Wednesday, February 14, 2007
Building Positive Peace between Hindu and Muslim in India
Hindu-Muslim conflict was the cause of the Partition of India (1947), with hundreds of thousands killed in associated violence. Post 1947, Hindu-Muslim violent conflict occurred regularly in different parts of north India. From the mid-80s, a Hindu religious extremist movement gained momentum. This lead to destruction of a mosque in the town of Ayodhya in 1992, and a horrific pogrom against Muslims in Gujarat in 2002 following the burning of Hindus in a train coach. Even in areas that have been largely free of communal violence, anti-Muslim feelings are strong, and there is a lack of any substantive inter-relationship for the majority of urban, educated Hindus.
In many parts of urban India, there is near complete spatial, social and cognitive segregation of the two communities. But for centuries, Hindus and Muslims have lived together peacefully, and common folk have together built an ongoing “dialogue of life”. Fundamentalist ideologies - a product of colonial divide-and-rule policy - are, however, destroying India’s heritage of communal harmony. From the mid-1980s the divide has deepened, with the growth of Hindu intolerance.
People-to-people relationships are the foundation of real peace. Enduring peace continues to elude this region of acute politico-religious conflict
India is close to becoming the country with the largest population in the world, and is today spoken of as an emerging global economic powerhouse. The number of Muslims in India is second only to Indonesia. Hindu-Muslim conflict is closely related to the strained relations between India and Pakistan, both of which are today nuclear states. The two nations came close to full-scale war in 2002. A serious violent conflict has been raging for a decade and a half in the Muslim-majority region of Kashmir.
But Hindu-Muslim conflict itself is a non-issue as far as the govt. and institutions are concerned, and in mainstream discourse. This silence in turn only works to perpetuate the problem. The future of India, as a secular, democratic, pluralist republic is at stake.
Building Hindu-Muslim harmony
‘Positive peace’ is rooted in shared recognition by Hindus and Muslims of the all-round destructiveness of the communal divide, and the need to act purposefully to address this. Positive peace goes beyond tolerance, to embrace ongoing dialogue, mutual respect, and joint endeavours to build a better future for all citizens.
Grassroots experience reveals real barriers at every level that confront poor Muslims in their quest for a better life. Muslim citizens suffer acute socio-economic deprivation and disempowerment - as the Sachar Committee Report has documented (download the Report here). The conditions in Muslim slums in metropolitan Calcutta are a manifestation and outcome of the underlying, deep institutional and attitudinal barriers faced by Muslim citizens in India to integration with the socio-economic mainstream, and advancement. Apathy is widespread in the social mainstream. Unless the overall environment of social attitudes and practice is improved, grassroots efforts are severely impeded in their impact.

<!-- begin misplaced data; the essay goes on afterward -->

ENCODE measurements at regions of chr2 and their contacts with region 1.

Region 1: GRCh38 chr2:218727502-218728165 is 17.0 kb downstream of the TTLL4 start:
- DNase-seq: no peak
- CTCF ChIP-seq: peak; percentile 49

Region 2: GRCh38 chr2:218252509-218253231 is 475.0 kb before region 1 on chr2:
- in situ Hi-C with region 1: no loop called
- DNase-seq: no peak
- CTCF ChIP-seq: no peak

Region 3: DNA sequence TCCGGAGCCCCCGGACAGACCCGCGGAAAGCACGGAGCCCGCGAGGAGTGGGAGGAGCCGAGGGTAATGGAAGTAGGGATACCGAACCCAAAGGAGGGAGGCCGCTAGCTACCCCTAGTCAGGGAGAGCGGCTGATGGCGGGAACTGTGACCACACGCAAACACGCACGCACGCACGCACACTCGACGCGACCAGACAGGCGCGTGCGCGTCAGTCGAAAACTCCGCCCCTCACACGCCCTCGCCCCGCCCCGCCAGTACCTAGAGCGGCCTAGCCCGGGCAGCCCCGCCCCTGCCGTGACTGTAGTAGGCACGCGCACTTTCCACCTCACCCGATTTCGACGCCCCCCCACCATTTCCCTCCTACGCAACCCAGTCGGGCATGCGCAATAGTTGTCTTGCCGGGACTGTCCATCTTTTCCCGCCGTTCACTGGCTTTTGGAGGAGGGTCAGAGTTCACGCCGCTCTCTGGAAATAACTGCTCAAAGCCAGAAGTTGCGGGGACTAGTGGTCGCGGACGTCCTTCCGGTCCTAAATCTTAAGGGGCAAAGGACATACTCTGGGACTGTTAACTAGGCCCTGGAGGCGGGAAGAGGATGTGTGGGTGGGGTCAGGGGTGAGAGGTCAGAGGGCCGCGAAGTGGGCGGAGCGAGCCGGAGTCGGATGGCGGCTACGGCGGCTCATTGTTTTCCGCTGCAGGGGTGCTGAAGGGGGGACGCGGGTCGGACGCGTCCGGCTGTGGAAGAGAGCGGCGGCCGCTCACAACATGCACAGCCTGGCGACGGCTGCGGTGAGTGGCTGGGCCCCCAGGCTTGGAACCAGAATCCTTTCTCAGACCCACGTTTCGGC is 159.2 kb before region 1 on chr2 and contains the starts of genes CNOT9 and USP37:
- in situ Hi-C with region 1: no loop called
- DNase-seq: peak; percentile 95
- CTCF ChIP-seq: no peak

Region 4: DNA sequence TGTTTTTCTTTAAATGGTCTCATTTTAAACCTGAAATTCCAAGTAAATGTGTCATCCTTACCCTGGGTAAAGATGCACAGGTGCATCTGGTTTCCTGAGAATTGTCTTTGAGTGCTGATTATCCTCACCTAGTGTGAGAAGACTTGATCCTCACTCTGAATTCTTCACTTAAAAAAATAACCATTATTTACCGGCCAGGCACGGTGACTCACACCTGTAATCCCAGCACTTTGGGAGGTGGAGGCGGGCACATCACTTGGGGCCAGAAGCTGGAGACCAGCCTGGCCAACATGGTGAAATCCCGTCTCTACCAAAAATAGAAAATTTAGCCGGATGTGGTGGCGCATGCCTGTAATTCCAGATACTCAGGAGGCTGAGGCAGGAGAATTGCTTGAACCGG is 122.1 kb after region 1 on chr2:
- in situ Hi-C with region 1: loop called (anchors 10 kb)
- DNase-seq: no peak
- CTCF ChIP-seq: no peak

A tolerant society must be built through large-scale, effective public action by citizens and civic organizations. This must build upon past and existing initiatives. A peace / conflict-resolution orientation needs to be infused into to the building of communal amity in India. Large numbers of people across the country must work to inculcate harmony in the new generation. A vital part of this has to be action-education, of children, students and youth, to be able citizens of a democratic and pluralist society.
Education in post-independent India has failed in this task. Negative and bigoted socialization has continued to distort minds and hearts. Education and curriculum emerge as key requirements. Teachers and trainers assume a profound role.
Notwithstanding good intention and enthusiasm for positive change, especially among youth, direction is lacking. Critical social awareness, strategic thinking and action in the public domain – are weak, and are not normal outcomes of the social process. Voluntary action and social movement have decayed considerably over the last decade. A generational change is taking place in society, with weak bridges between the old and new. A ‘culture’ and practice, of aware, strategic social action has to be renewed.